In the nineteenth century, an ongoing national debate on economic policies framed several elections. Songs were used to promote ideas of "bimetalism," silver and gold together as the basis of United States currency, or the "gold standard," using gold alone. Arguments concerned whether the inflation caused by basing currency on silver would be good for the economy or would cause instability. To promote these different economic views, songs presented slogans and arguments for one standard or the other, framing them in concepts that voters could understand. During the presidential campaign of 1896, for example, "Dad's Old Silver Dollar Is Good Enough for Me," promoted silver and the bimetalist position of candidate William Jennings Bryan; while "Upon a Cross of Gold," another song in support of Bryan, turned to song a quote from his speech predicting that the gold standard would be a "cross of gold." "The Farmer's Dream," a song in support of candidate William McKinley, predicted that inflation caused by a standard including silver would be disastrous for average American workers as represented by the farmer.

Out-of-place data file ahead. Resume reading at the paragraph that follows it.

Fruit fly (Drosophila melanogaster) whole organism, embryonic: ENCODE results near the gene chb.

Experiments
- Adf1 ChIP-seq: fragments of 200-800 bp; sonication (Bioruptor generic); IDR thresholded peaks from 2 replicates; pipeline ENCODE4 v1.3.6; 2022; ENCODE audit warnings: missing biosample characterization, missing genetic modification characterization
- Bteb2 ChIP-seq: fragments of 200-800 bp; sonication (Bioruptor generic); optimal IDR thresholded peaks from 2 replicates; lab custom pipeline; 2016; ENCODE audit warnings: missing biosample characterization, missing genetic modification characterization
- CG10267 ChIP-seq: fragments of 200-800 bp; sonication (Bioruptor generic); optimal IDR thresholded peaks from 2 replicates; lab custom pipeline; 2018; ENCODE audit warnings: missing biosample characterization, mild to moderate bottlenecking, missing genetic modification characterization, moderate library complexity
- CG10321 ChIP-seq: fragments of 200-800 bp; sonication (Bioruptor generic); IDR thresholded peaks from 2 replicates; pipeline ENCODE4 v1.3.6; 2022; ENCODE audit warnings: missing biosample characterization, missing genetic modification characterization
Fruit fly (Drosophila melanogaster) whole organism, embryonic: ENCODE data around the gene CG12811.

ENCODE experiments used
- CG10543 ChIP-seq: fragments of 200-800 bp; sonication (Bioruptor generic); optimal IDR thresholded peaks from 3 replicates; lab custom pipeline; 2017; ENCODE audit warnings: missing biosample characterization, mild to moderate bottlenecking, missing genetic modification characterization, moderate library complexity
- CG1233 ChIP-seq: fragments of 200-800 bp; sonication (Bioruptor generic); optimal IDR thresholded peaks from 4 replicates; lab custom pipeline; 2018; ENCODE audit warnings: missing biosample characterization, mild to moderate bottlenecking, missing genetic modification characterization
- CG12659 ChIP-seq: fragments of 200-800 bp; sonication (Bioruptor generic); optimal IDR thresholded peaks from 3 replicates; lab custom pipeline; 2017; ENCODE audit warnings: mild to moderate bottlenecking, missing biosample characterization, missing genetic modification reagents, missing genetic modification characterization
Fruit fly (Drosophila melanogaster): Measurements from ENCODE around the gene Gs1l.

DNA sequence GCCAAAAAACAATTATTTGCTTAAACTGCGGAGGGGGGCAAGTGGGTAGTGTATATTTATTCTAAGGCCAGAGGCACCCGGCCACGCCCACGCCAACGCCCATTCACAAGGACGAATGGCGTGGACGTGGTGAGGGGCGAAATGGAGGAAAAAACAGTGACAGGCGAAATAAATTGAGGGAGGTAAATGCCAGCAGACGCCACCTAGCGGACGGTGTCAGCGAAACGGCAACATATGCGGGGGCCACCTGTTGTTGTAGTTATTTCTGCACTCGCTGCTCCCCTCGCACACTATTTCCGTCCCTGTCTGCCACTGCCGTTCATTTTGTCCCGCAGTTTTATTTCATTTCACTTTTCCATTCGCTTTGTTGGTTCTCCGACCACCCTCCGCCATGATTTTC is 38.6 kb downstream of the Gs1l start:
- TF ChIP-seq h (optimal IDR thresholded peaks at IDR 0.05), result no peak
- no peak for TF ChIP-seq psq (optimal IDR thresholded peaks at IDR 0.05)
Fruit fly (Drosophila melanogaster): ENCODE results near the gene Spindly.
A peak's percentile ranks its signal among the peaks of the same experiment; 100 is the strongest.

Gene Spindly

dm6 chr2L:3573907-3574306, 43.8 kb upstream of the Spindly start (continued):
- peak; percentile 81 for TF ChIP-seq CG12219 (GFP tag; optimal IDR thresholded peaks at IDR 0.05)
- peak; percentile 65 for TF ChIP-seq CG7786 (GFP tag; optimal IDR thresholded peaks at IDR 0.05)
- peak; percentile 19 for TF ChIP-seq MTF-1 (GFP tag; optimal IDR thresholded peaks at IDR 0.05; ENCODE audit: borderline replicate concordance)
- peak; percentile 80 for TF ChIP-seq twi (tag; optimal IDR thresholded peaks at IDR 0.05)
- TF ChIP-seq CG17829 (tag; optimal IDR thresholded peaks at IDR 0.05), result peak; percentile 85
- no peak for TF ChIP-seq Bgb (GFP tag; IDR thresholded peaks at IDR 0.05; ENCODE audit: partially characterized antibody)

"Triplicity, or the Donkey, Moose, or Elephant," by L. Mae Felker and H. S. Gilette. A song for the presidential campaign for Theodore Roosevelt, 1912.